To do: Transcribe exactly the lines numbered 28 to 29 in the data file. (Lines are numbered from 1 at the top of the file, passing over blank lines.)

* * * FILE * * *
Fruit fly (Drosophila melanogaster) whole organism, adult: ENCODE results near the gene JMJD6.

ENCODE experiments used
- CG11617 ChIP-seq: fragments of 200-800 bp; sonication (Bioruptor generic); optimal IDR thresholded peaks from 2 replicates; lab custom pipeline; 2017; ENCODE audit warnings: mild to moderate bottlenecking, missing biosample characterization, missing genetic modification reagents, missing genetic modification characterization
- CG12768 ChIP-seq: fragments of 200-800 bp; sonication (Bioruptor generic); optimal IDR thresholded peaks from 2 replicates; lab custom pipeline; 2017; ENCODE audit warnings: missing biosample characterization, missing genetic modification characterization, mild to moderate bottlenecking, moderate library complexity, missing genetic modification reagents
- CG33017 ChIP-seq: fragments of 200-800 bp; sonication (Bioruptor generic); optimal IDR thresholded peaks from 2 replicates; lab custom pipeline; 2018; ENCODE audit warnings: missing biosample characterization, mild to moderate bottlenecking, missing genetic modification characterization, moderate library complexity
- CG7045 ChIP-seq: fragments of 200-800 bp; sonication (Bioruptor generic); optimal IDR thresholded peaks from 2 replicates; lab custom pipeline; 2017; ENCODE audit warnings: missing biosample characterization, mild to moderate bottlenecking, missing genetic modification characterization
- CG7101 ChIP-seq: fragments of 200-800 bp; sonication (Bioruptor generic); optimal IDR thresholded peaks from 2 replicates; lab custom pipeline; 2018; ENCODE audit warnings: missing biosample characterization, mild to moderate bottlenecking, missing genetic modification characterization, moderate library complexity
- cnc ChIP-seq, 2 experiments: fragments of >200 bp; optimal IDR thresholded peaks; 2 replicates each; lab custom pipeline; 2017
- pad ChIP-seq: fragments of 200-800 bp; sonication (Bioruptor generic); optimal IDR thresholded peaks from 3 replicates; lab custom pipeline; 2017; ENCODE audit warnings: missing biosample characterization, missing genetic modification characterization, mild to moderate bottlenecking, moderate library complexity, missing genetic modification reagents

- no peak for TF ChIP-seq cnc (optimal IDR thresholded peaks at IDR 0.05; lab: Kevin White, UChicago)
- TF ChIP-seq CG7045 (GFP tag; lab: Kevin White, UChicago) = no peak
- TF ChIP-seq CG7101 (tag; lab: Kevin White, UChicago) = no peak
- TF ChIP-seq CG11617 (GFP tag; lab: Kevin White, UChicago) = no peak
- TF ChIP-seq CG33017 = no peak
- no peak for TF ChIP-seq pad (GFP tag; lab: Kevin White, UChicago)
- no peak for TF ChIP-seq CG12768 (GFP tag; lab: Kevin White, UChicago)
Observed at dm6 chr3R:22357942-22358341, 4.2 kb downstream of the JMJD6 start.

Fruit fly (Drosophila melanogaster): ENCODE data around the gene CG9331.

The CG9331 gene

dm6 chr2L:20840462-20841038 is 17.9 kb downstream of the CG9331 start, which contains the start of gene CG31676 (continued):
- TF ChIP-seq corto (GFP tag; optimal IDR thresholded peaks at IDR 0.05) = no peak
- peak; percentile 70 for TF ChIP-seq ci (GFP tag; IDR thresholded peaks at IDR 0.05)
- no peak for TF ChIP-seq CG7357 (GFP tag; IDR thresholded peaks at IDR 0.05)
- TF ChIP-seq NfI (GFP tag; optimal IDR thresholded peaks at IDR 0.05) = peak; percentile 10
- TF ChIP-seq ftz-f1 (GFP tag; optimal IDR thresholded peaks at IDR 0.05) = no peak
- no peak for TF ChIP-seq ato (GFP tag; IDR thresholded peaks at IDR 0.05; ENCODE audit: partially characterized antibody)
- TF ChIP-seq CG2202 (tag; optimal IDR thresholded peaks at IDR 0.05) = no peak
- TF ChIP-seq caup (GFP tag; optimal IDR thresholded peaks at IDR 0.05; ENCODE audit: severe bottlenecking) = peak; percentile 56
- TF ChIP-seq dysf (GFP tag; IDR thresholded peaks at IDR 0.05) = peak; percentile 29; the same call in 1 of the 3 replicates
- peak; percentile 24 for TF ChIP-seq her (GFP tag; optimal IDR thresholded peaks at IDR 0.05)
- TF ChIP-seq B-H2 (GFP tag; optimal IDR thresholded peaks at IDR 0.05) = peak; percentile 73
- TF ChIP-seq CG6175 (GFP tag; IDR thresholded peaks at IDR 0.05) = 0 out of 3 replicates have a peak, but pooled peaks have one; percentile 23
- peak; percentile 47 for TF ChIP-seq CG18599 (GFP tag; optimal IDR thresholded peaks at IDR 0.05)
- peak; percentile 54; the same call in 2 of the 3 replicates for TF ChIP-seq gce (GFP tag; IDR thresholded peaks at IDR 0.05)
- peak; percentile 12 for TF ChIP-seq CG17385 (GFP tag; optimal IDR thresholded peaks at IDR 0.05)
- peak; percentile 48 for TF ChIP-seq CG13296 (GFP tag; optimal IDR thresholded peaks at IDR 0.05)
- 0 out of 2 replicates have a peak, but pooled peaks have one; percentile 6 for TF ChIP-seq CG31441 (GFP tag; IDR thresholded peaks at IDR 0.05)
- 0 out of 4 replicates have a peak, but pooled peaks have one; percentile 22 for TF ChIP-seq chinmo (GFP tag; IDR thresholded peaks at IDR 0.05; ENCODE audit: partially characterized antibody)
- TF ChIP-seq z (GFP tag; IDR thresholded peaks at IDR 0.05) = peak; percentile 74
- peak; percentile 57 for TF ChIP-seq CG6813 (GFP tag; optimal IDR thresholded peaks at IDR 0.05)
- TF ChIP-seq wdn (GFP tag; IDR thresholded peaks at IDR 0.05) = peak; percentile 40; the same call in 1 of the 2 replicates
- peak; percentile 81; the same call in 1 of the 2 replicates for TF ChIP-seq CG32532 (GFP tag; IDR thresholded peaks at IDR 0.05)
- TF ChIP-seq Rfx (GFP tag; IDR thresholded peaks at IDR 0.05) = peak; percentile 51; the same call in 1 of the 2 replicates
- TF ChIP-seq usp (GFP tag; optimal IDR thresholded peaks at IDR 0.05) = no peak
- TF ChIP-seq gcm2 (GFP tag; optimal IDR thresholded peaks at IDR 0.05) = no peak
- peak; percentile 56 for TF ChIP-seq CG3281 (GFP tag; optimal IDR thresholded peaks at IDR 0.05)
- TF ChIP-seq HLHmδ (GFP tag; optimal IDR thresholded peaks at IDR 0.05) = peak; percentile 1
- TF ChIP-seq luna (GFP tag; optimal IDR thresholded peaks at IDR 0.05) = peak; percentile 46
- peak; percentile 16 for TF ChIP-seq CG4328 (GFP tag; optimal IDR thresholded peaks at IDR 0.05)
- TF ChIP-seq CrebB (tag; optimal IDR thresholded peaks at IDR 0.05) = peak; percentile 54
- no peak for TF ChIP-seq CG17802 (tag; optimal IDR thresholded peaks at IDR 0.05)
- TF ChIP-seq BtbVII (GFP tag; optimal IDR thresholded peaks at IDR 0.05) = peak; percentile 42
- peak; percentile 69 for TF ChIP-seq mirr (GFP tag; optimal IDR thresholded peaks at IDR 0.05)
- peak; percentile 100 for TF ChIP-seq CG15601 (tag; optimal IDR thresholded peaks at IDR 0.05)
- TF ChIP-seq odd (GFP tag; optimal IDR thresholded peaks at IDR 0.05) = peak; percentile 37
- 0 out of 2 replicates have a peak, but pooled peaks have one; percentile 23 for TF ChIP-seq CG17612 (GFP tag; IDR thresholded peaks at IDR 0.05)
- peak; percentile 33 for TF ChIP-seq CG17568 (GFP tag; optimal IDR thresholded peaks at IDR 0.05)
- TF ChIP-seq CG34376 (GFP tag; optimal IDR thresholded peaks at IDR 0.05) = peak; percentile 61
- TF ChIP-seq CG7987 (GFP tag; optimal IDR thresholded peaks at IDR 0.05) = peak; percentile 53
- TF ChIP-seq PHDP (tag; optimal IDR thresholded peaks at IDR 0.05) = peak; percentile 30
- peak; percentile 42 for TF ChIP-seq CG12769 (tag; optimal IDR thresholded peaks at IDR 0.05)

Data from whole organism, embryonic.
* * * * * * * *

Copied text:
- TF ChIP-seq caup (GFP tag; optimal IDR thresholded peaks at IDR 0.05; ENCODE audit: severe bottlenecking) = peak; percentile 56
- TF ChIP-seq dysf (GFP tag; IDR thresholded peaks at IDR 0.05) = peak; percentile 29; the same call in 1 of the 3 replicates